Violence ups ante for Ukraine demonstrators

Bloomberg, AFP-JIJI

For protesters in Kiev’s Independence Square, the uprising against Ukraine’s rulers has also become a battle for their own freedom.

On permanent alert against a police attack and with the threat of years in prison looming over them, protesters carry plastic shields and don green metal army helmets over the woolen hats that stave off temperatures of as low as minus 20 Celsius. Guards at tent camp entrances wield baseball bats. Car tires burn nearby, creating a thick black smoke that hinders vision and movement for police.

Two months of anti-government protests turned deadly last week as legislation to crack down on rallies backfired. That has raised the stakes for activists in the capital’s protest hub, where a peaceful push to steer Ukraine toward Europe is morphing into a winner-takes-all power struggle and opposition leaders are losing control over the crowds.

“Everyone here’s looking at a 10-year jail sentence — the laws are in place,” said Vladimir, a 53-year-old entrepreneur from Kiev who has been at the camp from the start and declined to give his last name for fear of reprisals. “We’ll be here until we win, otherwise our fate is sealed. There’s no third option.”

On Monday, Ukraine’s justice minister threatened to impose a state of emergency after demonstrators occupied the ministry and protests demanding the president’s resignation spread despite a power-sharing offer.

Clashes near the parliament building between activists hurling Molotov cocktails and rocks and riot police armed with rubber bullets and stun grenades claimed as many as six lives. The mood has soured 500 meters away at the camp, which sprouted up in November after President Viktor Yanukovych spurned a European Union integration pact to boost Russian ties.

Gone are the games of soccer on Kiev’s Khreshchatyk thoroughfare that helped keep the winter cold at bay. Protesters now get daily lessons in how to fend off another swoop by riot police as their demands for snap elections fall on deaf ears.

The regular Sunday rally was canceled to allow funeral processions for two of the dead. The previous day Interior Minister Vitaliy Zakharchenko warned that peaceful efforts to settle the unrest had proved futile.

“We came in peace — now that’s over,” said Andriy Lesyk, 28, a teacher from the western city of Ivano-Frankivsk who last week made the 550-km drive to Kiev for the third time. “For two months, people stood here peacefully and those in power took no notice whatsoever.”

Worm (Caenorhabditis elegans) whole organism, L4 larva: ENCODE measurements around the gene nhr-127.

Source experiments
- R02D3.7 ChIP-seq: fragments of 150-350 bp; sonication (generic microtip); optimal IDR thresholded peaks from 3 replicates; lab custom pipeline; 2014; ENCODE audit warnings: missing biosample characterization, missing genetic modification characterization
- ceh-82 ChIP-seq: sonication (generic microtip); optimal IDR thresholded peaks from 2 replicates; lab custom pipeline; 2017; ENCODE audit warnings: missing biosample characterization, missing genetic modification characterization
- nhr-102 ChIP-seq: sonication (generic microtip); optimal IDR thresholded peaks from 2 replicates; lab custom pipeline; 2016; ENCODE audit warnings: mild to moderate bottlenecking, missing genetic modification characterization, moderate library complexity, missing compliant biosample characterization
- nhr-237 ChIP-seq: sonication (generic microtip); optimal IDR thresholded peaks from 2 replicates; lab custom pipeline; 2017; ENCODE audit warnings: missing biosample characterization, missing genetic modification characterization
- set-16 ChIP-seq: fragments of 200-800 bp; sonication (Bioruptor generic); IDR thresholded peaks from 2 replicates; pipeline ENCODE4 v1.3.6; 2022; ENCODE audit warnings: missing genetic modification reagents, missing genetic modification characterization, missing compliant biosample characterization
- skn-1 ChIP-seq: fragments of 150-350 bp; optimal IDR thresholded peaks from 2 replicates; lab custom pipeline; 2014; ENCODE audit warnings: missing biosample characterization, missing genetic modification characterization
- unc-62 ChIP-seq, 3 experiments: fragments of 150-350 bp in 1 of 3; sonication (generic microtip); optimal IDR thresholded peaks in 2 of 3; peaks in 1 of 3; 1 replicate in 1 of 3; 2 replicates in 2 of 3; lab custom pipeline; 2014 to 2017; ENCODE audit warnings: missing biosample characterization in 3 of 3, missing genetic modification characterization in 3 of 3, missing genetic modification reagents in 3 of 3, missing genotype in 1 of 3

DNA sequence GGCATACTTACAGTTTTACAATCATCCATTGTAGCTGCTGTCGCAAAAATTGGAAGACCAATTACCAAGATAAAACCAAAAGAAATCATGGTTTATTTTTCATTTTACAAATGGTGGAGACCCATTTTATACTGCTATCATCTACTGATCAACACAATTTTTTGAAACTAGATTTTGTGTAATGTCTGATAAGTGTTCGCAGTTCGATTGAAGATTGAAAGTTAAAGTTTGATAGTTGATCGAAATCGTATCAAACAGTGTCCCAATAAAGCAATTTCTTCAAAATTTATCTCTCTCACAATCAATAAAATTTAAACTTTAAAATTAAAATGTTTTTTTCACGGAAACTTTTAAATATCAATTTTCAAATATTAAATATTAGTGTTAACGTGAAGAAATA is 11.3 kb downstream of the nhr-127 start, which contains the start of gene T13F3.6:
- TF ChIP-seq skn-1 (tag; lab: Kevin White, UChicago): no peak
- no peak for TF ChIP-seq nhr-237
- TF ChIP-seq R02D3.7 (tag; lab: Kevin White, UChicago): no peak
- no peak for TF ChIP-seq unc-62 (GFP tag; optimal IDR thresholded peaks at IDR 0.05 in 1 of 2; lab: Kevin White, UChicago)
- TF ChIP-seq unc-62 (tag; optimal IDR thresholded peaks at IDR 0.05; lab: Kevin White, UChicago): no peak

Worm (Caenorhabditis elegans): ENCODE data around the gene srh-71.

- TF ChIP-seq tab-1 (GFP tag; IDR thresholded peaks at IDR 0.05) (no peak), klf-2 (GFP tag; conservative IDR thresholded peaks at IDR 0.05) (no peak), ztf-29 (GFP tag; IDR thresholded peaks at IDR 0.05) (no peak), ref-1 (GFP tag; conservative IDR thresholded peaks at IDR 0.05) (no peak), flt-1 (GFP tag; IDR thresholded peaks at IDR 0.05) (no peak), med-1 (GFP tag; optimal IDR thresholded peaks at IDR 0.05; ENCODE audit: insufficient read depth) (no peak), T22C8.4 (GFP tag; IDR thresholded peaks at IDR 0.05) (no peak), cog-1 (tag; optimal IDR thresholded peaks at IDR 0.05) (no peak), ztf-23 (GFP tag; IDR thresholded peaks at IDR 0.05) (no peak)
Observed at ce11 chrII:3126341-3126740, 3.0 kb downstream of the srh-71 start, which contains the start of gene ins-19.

While Lesyk must work to take care of his elderly parents, he says his family history compels him to turn out at the square: one of his grandfathers was shipped to a Siberian labor camp in 1945; the other, a priest, was forced to live underground when Ukraine was a Soviet satellite nation.

The crowds at Independence Square, or Maidan in Ukrainian, get daily pep talks from three opposition leaders who rile them up from a stage. The trio — ex-heavyweight boxing champion Vitali Klitschko, former central bank Gov. Arseniy Yatsenyuk and nationalist politician Oleh Tyahnybok — are losing their sway over the thousands that gather.

As the violence erupted Jan. 19 on a street leading to parliament, Klitschko jumped between activists and lines of riot police, pleading without success for calmer heads. After hours of talks with Yanukovych last week failed to win major concessions, Tyahnybok’s address to protesters was drowned out by whistles.

“The opposition leaders are clowns,” said 25-year-old Adam, a tourist representative from Russia’s Kalmykia region who joined the rioters in frustration and withheld his last name. “One day Yatsenyuk says he’s ready to take a bullet in the head, the next he says they want a peaceful resolution. I don’t get this. Ukraine needs a real leader who’ll lead.”

While the atmosphere at the camp may be darker, the community spirit that helps keep it running remains in place. As an elderly lady lugged supplies to the square Friday, the plastic carrier bag she was carrying split, spilling cigarette boxes and a loaf of bread onto the icy street.

Even so, the nature of deliveries to the camp is telling. While activists earlier appealed for food donations, they are now urging people to bring drugs and medical equipment. With injured protesters afraid to show up at hospitals for fear of arrest, organizers set up makeshift medical points in buildings they have occupied, such as the City Council’s headquarters.

“We thought this wouldn’t last long, that there’d soon be results,” said Oksana, a 44-year-old businesswoman from Volyn, in western Ukraine. She came to Kiev recently with her husband and son. “After the deaths, people are more entrenched.”

Tyahnybok’s Svoboda Party said another protester died in a hospital after being shot Wednesday on Hrushevskogo Street near parliament, the epicenter of the violence where clashes resumed Saturday after a truce that lasted about a day. The opposition claim other activists are missing.

In the camp, an offer by Yanukovych to make Yatsenyuk prime minister, his biggest concession to date, didn’t impress the weekend crowds. Leaflets handed out Sunday told protesters that failure to achieve their aims will result in prison and repression. Recent events have changed the endgame for Vladimir, the entrepreneur.

“You could certainly feel a change in sentiment here after we had casualties,” he said. “People are appalled. This can’t end peacefully anymore.”